Controlling the Mac with Speech to Text Software – Dragon Dictation

Using Dragon Dictation on the Mac

Dragon Dictate speech to text

I am finding that with Dragon Dictate which is from Nuance, I am able to dictate articles into the Mac much faster than I would be able to type them. It is really easy to add punctuation and to edit your text as you go along. If you use an application called Marked, then you can keep track of what is you are dictating within the Marked application. All I need to do is to hit Command Save, and what I have dictated into the Dragon dictation application will be visible in the Marked application too. I bought Marked from the Apple App Store and it is very useful not only for being able to see what it is that I am dictating, but it also gives me a word count as I go.

Using markdown text with Dragon Dictate and Marked

The way that Marked works is that it looks for the markdown text codes such as when I insert the hash tags to give me my headers. By using the hash tags I am able to tell Dragon Dictation and Marked where my headers are and for it still to be perfectly readable as text. If you want to find out more about using Markdown, then you can have a look at the Daring Fireball website. I’m finding that there are more and more tools available for using Markdown and also Multi-Markdown. It is also possible to use Markdown within Scrivener for Mac.

The process that I generally use for correcting my articles, is that I will dictate the article in Dragon dictation, keeping track of it in Marked. Using Marked allows me to see how many words I have written so far. Then what I will do after that, is to copy the text and go to Scrivener and paste the text in there so that I can edit it. I do a certain amount of editing while I’m still in Dragon dictation, but when I’m in Scrivener I like read it through aloud. If it sounds alright to me when I am reading it out aloud, then I can then move the text into TextMate.

TextMate is great for Markdown

When I have the text in TextMate, it is already completely edited and has some of the headers already put in. I might put in some extra headers, but mainly what I do is to use TextMate to add in the links that I’m going to have within the article. I do that in TextMate because it has a Bundle (customisation) which allows me to use some quick keystrokes to add the URLs for the links. I prefer to use the links as references so I place them at the bottom of the article. Then what I do is to use the reference style Markdown links in the text to refer to the URLs that are inserted already lower down. When I have everything ready, I can then use a quick keystroke which is control – shift and H and all of the text is then converted into really good HTML code.

The final step is in MarsEdit

MarsEdit 3  Desktop blog editing for the Mac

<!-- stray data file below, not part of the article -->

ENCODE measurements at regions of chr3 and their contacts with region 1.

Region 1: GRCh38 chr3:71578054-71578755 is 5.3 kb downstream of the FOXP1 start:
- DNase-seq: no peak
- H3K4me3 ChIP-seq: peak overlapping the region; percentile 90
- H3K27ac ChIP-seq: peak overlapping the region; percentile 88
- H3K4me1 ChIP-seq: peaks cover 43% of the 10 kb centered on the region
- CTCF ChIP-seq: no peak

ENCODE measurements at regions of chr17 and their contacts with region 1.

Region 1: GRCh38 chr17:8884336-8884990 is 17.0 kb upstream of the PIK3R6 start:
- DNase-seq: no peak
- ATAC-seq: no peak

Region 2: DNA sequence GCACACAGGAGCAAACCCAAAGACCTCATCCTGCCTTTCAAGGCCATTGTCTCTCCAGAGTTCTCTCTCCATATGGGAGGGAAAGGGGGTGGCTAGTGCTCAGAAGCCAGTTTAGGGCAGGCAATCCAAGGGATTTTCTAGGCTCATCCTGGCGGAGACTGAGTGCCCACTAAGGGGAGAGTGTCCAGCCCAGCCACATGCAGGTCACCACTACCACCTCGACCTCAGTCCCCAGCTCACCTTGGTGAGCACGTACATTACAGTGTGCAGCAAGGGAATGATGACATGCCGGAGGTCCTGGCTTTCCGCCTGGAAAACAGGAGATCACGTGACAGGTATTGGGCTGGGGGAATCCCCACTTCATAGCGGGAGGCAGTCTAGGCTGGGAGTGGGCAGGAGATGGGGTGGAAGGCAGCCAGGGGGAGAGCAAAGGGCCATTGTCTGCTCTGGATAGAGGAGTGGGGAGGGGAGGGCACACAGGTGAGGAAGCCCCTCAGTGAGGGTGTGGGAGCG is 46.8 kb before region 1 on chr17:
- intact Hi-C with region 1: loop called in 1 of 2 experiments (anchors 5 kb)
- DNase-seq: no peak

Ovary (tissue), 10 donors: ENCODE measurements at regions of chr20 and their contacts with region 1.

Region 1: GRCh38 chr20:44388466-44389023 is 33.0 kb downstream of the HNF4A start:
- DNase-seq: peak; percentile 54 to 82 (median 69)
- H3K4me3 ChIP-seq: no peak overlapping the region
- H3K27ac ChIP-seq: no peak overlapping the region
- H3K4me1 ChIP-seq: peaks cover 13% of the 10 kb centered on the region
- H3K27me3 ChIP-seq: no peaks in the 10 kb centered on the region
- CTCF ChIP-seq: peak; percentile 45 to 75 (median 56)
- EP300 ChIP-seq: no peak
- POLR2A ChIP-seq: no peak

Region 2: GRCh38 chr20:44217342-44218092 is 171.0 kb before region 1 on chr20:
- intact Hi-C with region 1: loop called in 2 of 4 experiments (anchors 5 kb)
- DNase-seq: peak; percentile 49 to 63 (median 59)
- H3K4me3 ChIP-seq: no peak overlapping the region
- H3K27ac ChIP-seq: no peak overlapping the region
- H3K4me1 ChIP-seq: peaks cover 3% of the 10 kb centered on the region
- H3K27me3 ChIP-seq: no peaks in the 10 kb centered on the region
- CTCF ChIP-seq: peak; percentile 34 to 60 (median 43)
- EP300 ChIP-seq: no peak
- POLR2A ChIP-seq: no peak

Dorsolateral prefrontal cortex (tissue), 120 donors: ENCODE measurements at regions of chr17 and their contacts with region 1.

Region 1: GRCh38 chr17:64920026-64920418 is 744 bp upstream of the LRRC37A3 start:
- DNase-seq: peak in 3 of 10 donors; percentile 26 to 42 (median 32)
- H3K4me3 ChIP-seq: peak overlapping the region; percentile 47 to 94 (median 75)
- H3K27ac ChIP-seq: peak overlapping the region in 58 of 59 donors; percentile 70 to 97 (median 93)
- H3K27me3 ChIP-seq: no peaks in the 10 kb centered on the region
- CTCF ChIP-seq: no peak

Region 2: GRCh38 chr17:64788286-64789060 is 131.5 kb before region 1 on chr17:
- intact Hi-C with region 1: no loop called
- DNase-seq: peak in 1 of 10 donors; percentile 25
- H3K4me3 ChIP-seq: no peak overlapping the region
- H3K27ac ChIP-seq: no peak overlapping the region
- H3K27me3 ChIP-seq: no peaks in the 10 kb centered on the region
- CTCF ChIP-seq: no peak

Daring Fireball Markdown Basics

What I do next then is to use the blogging editor that I prefer to use which is called MarsEdit. It is possible within Markdown to add links, which give you your images in your HTML, but that is only really works when you have the images already online. Your need to know the image url already. That is why I’m using MarsEdit, because it allows me to drag and drop images, which quite often I will have collected using Skitch.

It would be quite handy if I was able to dictate directly into MarsEdit, but I have found that Dragon Dictate does actually work better when I am using it to dictate into the Dragon Dictate application itself. Also in terms of the editing process, I do need to go from application to application to provide breaks in the workflow. This allows me to do the editing process better. It may seem a little convoluted, but it is only a couple of jumps from one application to another and is very easy with cut and paste.

Speedy article writing

While I was creating this article I was filming it with ScreenFlow and I was able to say that it took me less than 19 and a half minutes to write 750 words. The editing part of this will probably take another 2 to 5 minutes, and another couple of minutes to add any images within MarsEdit. So you can see that it is a very quick way to create articles. The whole process is a lot faster than if I was to be typing it in manually. I haven’t specifically done a compare and contrast between typing manually and using the dictation software, but I guess that it would be around about three times faster working this way.

2 thoughts on “Controlling the Mac with Speech to Text Software – Dragon Dictation

  1. Bakari45 says:

    Like how you give a live demonstration of DD. As a writer I now use the application to write about 2/3 of my articles. DD has gotten much better since the 2.5 update. I mainly dictate in the Notepad or TextEdit and then copy and paste text to MarsEdit. I don’t edit much with DD, but being able to dictate and manually type in the Notepad really helps make DD more useful. Anyway, appreciate your videos on DD and other apps. Thanx.

    1. Wizardgold says:

      @Bakari45 I hope you like the videos I have been making lately about MarsEdit too then. The editing I do in DD is to make sure that I have the sense of the sentences as close as possible to what I said so that it is much easier to do the proper edit in Scrivener or Textmate afterwards.

      I have tried to dictate into other apps and not had much success so I dictate into DD and then copy and paste out to where ever.

      Have you subscribed to the Wizardgold Mac20Q channel on YouTube? There are more videos coming.

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